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SAO PAULO, Jan 8 (Reuters) - Brazil's state-run oil company Petroleo Brasileiro SA and its Indian partners have found more light crude oil in the Sergipe Basin off Brazil's Northeast coast, according to a securities filing on Thursday.
The discovery in the BM-SEAL-11 exploration block is one of several in recent years in an area believed to hold more than 1 billion barrels of recoverable oil, or enough to supply all needs in the United States for nearly 2 months.
Petrobras owns 60 percent of BM-SEAL-11 and is the operator. IBV Brasil SA owns the rest. IBV is a 50-50 joint venture between India's Videocon Industries Ltd and Bharat Petroleum Corp.
The securities filing said drilling in the 9-BRSA-1280D-SES well on the Farfan prospect found a new 28-meter column of oil. It also confirmed the presence of light crude at density of 37 to 40 degrees on the American Petroleum Institute Scale first announced in 2013.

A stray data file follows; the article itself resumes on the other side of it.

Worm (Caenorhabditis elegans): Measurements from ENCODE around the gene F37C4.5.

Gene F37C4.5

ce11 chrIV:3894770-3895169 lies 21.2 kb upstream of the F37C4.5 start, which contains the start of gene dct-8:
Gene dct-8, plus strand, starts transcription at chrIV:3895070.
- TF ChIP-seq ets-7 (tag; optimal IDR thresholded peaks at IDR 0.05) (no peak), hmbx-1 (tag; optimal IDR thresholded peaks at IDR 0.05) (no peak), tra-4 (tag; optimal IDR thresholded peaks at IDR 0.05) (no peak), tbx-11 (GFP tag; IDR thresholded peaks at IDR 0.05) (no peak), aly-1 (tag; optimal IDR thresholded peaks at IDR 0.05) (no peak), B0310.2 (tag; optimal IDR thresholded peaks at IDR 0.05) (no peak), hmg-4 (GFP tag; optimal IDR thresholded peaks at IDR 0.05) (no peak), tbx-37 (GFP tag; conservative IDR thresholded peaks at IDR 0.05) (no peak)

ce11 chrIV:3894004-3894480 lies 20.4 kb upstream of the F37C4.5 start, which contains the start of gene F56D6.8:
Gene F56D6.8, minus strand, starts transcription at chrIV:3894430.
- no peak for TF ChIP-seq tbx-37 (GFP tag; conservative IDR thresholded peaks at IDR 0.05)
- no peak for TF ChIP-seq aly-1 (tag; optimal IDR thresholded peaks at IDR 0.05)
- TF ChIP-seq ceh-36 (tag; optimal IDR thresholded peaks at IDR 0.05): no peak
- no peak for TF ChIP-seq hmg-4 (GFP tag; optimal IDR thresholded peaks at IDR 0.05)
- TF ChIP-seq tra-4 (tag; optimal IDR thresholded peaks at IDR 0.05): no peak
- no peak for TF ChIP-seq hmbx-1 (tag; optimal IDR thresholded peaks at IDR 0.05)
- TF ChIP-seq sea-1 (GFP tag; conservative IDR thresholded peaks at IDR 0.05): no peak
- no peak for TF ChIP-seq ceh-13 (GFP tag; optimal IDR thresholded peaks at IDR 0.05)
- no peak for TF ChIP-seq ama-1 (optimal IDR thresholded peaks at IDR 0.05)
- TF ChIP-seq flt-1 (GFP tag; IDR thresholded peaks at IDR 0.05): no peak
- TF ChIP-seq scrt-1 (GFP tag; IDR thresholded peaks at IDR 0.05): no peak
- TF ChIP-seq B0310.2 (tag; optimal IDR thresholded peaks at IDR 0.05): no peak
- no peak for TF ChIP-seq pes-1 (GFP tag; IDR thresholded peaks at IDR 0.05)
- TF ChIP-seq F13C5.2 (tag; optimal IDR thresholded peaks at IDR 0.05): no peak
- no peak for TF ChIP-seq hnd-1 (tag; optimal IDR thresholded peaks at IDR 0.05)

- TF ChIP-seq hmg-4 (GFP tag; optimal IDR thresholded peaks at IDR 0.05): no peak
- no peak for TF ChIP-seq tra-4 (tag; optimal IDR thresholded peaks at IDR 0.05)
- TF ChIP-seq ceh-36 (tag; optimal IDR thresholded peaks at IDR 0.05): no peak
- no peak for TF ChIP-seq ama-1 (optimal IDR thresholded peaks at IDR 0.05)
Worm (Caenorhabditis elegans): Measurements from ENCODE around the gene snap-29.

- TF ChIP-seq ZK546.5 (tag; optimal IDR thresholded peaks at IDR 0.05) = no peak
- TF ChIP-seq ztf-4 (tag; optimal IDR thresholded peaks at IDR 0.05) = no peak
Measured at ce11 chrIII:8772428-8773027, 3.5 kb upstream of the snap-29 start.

The discoveries also include natural gas. Farfan is located 107 kilometers (66 miles) east of Aracaju, the capital of Brazil's Sergipe state, the filing said.
The BM-SEAL-11 exploration block is the biggest new oil offshore frontier in Brazil since giant discoveries in the Santos Basin south of Rio de Janeiro were announced in 2007.
Petrobras has said it plans to start producing oil in the area in 2018. The company, though, said in December that many of its plans may be revised as a giant corruption scandal delays release of its third-quarter results, puts it at risk of breaking debt covenants and shuts it out of capital markets.
While Petrobras says the BM-SEAL-11 discovery is large, the company has refused to release a resource size estimate.
The 9-BRSA-1280D-SES well was drilled by the Deepsea Metro II, a dynamic-positioned drill-ship owned by Greece's Metrostar Management Corp. and Bermuda-based Norwegian drillers Odfjell Drilling Ltd, the filing said. (Reporting by Caroline Stauffer; Writing by Jeb Blount and Caroline Stauffer; editing by Andrew Hay)